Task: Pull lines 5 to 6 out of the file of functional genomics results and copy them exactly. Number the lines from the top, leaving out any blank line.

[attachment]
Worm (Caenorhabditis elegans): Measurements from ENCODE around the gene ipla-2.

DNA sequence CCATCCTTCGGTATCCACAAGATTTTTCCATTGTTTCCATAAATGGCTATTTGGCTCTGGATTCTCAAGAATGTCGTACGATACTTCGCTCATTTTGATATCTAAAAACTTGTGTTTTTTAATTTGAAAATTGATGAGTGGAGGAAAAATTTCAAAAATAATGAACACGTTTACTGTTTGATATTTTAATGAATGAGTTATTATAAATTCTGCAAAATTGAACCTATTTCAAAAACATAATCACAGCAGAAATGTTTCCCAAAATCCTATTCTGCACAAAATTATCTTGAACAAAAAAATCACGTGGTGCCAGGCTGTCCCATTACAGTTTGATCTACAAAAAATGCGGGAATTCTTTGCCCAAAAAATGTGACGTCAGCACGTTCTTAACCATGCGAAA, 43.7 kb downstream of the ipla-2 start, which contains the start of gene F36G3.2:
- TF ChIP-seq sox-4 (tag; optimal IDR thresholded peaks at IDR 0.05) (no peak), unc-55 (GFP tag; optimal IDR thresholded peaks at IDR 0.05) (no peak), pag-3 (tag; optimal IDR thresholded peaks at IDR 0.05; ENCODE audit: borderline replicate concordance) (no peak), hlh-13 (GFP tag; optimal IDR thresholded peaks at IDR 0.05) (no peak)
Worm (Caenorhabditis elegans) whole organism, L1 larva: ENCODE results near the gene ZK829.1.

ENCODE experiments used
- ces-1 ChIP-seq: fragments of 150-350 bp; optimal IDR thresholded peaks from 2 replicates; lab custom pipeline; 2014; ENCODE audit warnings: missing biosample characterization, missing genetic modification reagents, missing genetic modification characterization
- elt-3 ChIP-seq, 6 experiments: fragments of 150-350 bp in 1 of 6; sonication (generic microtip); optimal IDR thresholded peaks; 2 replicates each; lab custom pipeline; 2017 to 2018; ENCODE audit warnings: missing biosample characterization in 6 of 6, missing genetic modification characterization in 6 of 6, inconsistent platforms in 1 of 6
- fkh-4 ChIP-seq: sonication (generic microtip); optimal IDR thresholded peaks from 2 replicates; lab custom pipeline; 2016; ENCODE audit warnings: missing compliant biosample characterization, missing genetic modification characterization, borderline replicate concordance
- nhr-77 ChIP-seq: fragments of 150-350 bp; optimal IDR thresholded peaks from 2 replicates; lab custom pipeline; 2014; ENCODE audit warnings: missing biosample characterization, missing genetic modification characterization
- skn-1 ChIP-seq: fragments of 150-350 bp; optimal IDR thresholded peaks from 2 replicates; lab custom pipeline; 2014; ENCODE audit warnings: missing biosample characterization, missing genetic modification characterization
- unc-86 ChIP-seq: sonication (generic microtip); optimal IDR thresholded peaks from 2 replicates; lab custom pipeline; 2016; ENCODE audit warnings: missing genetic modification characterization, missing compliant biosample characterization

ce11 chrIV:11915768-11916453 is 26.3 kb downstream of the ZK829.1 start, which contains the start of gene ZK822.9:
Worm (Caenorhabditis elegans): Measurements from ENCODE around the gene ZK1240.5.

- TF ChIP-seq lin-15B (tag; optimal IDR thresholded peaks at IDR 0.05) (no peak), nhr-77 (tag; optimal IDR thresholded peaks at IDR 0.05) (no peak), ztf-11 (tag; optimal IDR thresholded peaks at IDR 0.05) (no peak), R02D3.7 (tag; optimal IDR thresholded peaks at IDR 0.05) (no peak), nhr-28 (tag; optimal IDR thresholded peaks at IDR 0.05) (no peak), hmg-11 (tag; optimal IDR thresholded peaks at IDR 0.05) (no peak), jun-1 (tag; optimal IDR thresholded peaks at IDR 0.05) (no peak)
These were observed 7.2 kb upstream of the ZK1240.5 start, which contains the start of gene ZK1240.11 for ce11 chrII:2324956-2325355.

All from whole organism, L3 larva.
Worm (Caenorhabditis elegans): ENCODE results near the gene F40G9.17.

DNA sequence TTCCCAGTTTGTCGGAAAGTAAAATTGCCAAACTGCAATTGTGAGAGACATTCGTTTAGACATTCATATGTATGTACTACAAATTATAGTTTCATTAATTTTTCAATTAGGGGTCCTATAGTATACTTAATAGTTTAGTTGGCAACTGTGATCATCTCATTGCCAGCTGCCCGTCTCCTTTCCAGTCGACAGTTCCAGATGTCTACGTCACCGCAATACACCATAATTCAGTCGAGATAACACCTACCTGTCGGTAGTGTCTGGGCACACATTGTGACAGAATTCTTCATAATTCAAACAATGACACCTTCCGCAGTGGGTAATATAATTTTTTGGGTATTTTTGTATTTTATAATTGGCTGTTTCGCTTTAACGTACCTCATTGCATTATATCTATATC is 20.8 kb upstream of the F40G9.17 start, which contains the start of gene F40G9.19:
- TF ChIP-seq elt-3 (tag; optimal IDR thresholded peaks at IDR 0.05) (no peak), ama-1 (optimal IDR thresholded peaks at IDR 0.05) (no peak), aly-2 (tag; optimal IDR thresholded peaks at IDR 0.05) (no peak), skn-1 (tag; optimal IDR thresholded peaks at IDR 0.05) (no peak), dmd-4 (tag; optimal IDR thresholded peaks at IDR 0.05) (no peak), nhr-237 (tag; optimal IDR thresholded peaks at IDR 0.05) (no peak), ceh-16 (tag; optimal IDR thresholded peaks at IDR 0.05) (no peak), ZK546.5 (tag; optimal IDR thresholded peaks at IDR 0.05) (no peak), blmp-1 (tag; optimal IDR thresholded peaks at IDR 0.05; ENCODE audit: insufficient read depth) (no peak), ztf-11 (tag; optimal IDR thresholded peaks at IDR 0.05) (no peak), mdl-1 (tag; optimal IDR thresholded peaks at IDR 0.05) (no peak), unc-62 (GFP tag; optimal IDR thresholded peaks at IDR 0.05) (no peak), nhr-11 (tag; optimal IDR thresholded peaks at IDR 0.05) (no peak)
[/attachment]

ENCODE experiments used
- ces-1 ChIP-seq: fragments of 150-350 bp; optimal IDR thresholded peaks from 2 replicates; lab custom pipeline; 2014; ENCODE audit warnings: missing biosample characterization, missing genetic modification reagents, missing genetic modification characterization